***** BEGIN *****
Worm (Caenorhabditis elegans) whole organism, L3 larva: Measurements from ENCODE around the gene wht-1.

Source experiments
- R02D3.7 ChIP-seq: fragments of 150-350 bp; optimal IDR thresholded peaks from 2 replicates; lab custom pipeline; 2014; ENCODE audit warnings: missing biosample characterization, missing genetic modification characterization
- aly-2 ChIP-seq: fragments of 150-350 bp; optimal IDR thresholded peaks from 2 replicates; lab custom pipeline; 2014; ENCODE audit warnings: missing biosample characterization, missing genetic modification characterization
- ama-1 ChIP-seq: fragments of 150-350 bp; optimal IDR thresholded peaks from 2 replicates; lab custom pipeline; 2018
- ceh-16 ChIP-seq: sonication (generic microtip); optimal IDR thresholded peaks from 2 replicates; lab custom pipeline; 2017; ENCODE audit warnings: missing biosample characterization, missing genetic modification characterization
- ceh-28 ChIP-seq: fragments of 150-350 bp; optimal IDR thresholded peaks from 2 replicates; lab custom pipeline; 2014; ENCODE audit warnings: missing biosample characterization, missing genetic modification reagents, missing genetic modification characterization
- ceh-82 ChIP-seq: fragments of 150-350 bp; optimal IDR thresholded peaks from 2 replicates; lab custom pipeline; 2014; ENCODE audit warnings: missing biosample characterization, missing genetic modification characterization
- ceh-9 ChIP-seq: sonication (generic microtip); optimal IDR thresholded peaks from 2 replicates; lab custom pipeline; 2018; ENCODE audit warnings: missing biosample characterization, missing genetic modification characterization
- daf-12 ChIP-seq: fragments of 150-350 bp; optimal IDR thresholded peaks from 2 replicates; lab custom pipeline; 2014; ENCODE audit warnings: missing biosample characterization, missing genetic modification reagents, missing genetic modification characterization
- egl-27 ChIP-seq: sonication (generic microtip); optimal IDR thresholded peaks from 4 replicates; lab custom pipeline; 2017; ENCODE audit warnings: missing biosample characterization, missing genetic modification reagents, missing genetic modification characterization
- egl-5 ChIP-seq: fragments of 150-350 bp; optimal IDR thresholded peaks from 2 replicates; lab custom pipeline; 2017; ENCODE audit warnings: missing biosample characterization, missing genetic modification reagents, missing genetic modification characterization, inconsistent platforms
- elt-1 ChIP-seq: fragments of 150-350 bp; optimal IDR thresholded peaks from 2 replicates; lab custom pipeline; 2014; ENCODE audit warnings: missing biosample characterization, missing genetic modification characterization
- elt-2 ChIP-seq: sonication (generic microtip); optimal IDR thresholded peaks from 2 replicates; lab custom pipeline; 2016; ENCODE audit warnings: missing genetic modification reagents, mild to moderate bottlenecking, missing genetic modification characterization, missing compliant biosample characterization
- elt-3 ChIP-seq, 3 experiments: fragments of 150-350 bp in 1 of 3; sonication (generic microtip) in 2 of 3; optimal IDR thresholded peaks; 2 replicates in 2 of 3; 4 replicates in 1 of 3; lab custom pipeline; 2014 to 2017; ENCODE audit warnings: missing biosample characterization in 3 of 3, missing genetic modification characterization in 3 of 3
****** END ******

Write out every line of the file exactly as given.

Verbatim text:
Worm (Caenorhabditis elegans) whole organism, L3 larva: Measurements from ENCODE around the gene wht-1.

Source experiments
- R02D3.7 ChIP-seq: fragments of 150-350 bp; optimal IDR thresholded peaks from 2 replicates; lab custom pipeline; 2014; ENCODE audit warnings: missing biosample characterization, missing genetic modification characterization
- aly-2 ChIP-seq: fragments of 150-350 bp; optimal IDR thresholded peaks from 2 replicates; lab custom pipeline; 2014; ENCODE audit warnings: missing biosample characterization, missing genetic modification characterization
- ama-1 ChIP-seq: fragments of 150-350 bp; optimal IDR thresholded peaks from 2 replicates; lab custom pipeline; 2018
- ceh-16 ChIP-seq: sonication (generic microtip); optimal IDR thresholded peaks from 2 replicates; lab custom pipeline; 2017; ENCODE audit warnings: missing biosample characterization, missing genetic modification characterization
- ceh-28 ChIP-seq: fragments of 150-350 bp; optimal IDR thresholded peaks from 2 replicates; lab custom pipeline; 2014; ENCODE audit warnings: missing biosample characterization, missing genetic modification reagents, missing genetic modification characterization
- ceh-82 ChIP-seq: fragments of 150-350 bp; optimal IDR thresholded peaks from 2 replicates; lab custom pipeline; 2014; ENCODE audit warnings: missing biosample characterization, missing genetic modification characterization
- ceh-9 ChIP-seq: sonication (generic microtip); optimal IDR thresholded peaks from 2 replicates; lab custom pipeline; 2018; ENCODE audit warnings: missing biosample characterization, missing genetic modification characterization
- daf-12 ChIP-seq: fragments of 150-350 bp; optimal IDR thresholded peaks from 2 replicates; lab custom pipeline; 2014; ENCODE audit warnings: missing biosample characterization, missing genetic modification reagents, missing genetic modification characterization
- egl-27 ChIP-seq: sonication (generic microtip); optimal IDR thresholded peaks from 4 replicates; lab custom pipeline; 2017; ENCODE audit warnings: missing biosample characterization, missing genetic modification reagents, missing genetic modification characterization
- egl-5 ChIP-seq: fragments of 150-350 bp; optimal IDR thresholded peaks from 2 replicates; lab custom pipeline; 2017; ENCODE audit warnings: missing biosample characterization, missing genetic modification reagents, missing genetic modification characterization, inconsistent platforms
- elt-1 ChIP-seq: fragments of 150-350 bp; optimal IDR thresholded peaks from 2 replicates; lab custom pipeline; 2014; ENCODE audit warnings: missing biosample characterization, missing genetic modification characterization
- elt-2 ChIP-seq: sonication (generic microtip); optimal IDR thresholded peaks from 2 replicates; lab custom pipeline; 2016; ENCODE audit warnings: missing genetic modification reagents, mild to moderate bottlenecking, missing genetic modification characterization, missing compliant biosample characterization
- elt-3 ChIP-seq, 3 experiments: fragments of 150-350 bp in 1 of 3; sonication (generic microtip) in 2 of 3; optimal IDR thresholded peaks; 2 replicates in 2 of 3; 4 replicates in 1 of 3; lab custom pipeline; 2014 to 2017; ENCODE audit warnings: missing biosample characterization in 3 of 3, missing genetic modification characterization in 3 of 3